The Four Protocol
So, even by my own low, low standards, this blog is horrendously late. But I've come armed with the ultimate excuse. After ten months of headaches – due, in part, to bad organisation on my part (more of which later) – I finally submitted Book 4 to editor and agent on October 1st. The initial response from their first read-through has, thankfully, been positive, and that's a big relief.
But, of course, there's still a long, long way to go. The first draft isn't anywhere close to 'finished', at least in the sense of being publishable, and over the course of the next six months or so, it will continue to change and evolve. What I do have now is something to work from; the foundations of the book, with all the plotlines in place, the characters (largely) where I need them to be, and an overall sense of the story. Next, comes the crafting: it needs chopping down in terms of length, it probably needs speeding up in terms of pace, and – as you'd expect – it needs lots of polish.
Still, if you can hear a clang at this point, that's the weight continuing to drop from my shoulders, because – to be honest – there were times in which I doubted I was ever going to get to the end. Book 4 became a project that just continued to grow, even though I'd planned it out, even though I always had a destination in mind. In fact, in exactly the same way as I'd done with The Dead Tracks and Vanished, I was fairly meticulously in my planning: I wrote an 18-page synopsis of the story, always knew the direction it was headed (although, as is my MO, left some wriggle room in case I needed to take it off somewhere unexpected) and the first five months of the write went pretty much as expected. I'd tried something a bit different with Book 4, right from the off, and it seemed to give me a new lease of life. I powered through to 60,000 words relatively unhindered.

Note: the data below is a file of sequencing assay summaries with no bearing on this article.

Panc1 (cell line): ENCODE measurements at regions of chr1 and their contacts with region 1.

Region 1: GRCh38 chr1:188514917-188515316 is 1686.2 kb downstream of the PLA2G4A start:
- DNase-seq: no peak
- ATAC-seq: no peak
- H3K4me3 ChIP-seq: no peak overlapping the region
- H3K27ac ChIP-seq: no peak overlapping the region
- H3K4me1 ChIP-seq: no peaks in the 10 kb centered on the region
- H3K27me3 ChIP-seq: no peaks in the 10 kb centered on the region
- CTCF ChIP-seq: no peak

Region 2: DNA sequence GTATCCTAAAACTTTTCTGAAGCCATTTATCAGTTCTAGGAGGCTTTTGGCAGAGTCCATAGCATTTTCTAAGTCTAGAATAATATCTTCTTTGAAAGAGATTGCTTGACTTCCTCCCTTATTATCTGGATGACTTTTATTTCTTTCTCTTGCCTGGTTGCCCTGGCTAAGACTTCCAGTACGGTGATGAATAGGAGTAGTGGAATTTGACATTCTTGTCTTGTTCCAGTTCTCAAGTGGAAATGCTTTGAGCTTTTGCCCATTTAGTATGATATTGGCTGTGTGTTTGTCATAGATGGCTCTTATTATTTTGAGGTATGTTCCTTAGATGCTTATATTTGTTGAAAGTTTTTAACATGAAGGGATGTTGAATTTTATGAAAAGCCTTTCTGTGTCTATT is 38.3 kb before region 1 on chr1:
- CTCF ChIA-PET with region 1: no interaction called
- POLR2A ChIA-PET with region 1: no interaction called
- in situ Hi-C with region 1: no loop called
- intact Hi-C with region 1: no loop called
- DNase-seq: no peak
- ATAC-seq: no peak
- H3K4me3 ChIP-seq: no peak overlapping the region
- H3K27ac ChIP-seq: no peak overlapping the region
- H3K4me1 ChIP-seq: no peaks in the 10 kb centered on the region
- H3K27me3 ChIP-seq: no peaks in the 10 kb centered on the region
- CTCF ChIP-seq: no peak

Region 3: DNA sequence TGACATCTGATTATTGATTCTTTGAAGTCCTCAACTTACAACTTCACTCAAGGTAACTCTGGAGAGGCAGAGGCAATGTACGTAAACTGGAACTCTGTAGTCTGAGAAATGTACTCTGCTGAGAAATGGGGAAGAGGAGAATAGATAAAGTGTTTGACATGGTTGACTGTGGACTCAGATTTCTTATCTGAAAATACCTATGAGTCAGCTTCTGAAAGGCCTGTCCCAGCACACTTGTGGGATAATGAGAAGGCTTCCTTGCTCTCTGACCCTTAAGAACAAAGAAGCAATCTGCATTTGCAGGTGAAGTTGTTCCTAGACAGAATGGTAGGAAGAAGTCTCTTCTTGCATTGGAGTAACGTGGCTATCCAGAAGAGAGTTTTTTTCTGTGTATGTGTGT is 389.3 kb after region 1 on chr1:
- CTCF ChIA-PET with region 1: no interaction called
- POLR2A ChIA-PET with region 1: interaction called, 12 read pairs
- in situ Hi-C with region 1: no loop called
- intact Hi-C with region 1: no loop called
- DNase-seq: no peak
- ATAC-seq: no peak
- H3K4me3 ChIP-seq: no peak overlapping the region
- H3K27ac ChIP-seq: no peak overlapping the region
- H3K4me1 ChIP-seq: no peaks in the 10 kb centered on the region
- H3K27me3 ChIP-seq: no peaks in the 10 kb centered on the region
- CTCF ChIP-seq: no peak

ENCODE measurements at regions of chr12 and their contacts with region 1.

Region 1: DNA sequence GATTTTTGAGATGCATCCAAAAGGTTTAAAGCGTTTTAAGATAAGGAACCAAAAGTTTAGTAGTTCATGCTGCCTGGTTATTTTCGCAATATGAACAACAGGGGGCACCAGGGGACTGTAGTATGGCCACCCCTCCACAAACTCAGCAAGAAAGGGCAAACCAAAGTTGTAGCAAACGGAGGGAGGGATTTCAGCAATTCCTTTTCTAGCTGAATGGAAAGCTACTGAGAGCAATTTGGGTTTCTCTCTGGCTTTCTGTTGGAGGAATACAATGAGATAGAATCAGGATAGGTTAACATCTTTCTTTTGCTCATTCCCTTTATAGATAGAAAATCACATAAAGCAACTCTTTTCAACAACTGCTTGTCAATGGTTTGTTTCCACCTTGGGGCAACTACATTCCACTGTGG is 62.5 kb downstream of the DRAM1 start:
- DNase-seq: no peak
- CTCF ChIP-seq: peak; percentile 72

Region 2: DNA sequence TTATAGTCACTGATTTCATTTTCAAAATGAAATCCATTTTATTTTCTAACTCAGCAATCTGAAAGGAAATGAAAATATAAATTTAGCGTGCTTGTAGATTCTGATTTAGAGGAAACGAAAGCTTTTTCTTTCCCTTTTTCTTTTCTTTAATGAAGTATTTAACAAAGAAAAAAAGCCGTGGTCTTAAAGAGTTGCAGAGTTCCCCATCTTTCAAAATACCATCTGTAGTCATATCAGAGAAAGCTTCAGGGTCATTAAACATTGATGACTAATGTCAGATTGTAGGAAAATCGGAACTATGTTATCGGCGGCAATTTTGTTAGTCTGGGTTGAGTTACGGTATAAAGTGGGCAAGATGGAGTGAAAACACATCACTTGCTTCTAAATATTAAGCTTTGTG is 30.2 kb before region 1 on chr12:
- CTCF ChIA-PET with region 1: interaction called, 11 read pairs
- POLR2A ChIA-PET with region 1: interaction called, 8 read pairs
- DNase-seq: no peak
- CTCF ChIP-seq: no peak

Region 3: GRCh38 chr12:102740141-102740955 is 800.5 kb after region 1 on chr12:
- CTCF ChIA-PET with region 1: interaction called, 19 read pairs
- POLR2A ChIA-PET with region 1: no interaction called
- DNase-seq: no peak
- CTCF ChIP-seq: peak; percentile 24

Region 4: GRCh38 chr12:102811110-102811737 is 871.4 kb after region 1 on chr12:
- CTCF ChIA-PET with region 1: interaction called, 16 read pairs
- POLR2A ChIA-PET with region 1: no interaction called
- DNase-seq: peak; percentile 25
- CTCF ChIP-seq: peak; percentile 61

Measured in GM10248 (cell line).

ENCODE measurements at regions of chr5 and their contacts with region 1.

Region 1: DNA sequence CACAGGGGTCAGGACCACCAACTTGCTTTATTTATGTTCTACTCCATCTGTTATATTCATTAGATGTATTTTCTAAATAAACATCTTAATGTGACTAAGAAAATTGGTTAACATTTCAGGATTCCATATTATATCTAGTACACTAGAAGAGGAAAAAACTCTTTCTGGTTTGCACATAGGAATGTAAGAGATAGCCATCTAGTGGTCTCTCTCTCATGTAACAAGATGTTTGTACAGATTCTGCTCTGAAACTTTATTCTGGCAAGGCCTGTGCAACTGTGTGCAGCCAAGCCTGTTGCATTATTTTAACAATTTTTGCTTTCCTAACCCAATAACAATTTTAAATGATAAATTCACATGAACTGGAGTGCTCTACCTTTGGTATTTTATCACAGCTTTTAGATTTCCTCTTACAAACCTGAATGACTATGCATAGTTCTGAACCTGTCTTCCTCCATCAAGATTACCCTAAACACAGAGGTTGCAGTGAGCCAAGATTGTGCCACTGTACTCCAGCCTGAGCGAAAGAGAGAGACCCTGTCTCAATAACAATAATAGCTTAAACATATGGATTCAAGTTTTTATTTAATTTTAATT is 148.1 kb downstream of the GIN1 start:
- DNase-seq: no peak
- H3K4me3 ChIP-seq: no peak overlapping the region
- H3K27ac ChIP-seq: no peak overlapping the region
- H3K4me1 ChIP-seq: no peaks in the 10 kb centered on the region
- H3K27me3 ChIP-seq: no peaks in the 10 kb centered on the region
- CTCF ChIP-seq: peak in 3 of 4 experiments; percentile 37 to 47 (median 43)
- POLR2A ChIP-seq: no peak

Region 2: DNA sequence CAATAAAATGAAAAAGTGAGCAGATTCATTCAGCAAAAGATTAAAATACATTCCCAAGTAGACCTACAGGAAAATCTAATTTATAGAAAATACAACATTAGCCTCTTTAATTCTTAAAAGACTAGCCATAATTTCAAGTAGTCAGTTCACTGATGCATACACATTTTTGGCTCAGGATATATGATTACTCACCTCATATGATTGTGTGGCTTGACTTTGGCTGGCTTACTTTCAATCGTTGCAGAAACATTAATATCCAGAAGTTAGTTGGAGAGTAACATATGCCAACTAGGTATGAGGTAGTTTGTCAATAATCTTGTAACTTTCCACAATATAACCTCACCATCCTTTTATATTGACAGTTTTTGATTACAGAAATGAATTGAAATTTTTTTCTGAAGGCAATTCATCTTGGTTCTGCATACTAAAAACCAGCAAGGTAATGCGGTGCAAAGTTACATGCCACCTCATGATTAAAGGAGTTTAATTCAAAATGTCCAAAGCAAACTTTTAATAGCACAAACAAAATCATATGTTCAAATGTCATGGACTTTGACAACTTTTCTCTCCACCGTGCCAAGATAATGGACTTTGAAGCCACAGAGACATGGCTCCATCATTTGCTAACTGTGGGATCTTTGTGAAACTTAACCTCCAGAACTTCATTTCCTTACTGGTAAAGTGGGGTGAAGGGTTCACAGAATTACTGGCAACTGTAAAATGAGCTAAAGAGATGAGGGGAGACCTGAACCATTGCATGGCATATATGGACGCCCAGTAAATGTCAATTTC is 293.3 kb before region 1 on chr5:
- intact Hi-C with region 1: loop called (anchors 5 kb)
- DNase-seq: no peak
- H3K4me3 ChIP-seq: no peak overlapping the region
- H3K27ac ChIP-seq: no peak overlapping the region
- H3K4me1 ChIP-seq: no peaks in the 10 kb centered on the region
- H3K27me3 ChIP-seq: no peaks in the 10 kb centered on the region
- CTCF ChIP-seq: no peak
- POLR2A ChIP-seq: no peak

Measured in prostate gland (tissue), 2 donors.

But then I realised that, although I'd stuck to the plan (ish), I'd also incorporated a lot of new elements on the fly; elements that, I believed, made the book better, but elements that all had to be resolved nonetheless. Ultimately, it meant I had more storylines to tie up than I'd initially intended, made harder by the fact that the book deals with multiple characters, sometimes in multiple timelines, and I'd never predicted – as crazy as this sounds now – how complicated that would become in terms of tying it all together. So I immediately put a call in to my editor to tell her I wasn't going to hit the 1st September deadline. Better to be safe than sorry, I thought.
Except things didn't really get any easier. I hit a key chapter at the beginning of August that took ages to get right – inexplicably so – which held up the entire book for a couple of weeks, and as I got to the three-quarters point, I realised one of the major plot strands would work better done a completely different way. Make that decision in a thriller and it all goes a bit Jenga: you pull one block out and the whole thing comes down. Instinctively, though, I knew it had to be done: it would make the book better, and the only reason not to do it was because it was hard.
So I pulled the block out.
It added about a month on, because its impact echoed throughout the whole course of the book, but in the end it was worth it. If I hadn't have done it, the book would have suffered for it – and, if nothing else, it taught me that, for a novel of this size, an 18-page plan simply isn't enough.
What I love most about writing is that it's a constant learning process. Every book has taught me something new about planning, about characters, about plot construction, and about endings. If I didn't get to the end of a novel and feel like I could correct some part of my experience the next time around, I'd genuinely be worried. The Dead Tracks taught me about pacing. In Vanished, I learnt how to balance two main characters in two parallel storylines. But Book 4, of all them – including the ten-year write that was Chasing the Dead – has probably taught me the most.
P.S. As a few of you have asked, here's what I've been reading since the last blog:
The City and the City, China Mieville
The Snowman*, Jo Nesbo
The Afrika Reich, Guy Saville
Witsec: Inside the Federal Witness Protection Program, Peter Earley
The Fifth Witness, Michael Connelly.
What have you been reading? Pop any recommendations in the comments below!
*Yes, I realise I'm massively, massively late to this one.
Author of the David Raker novels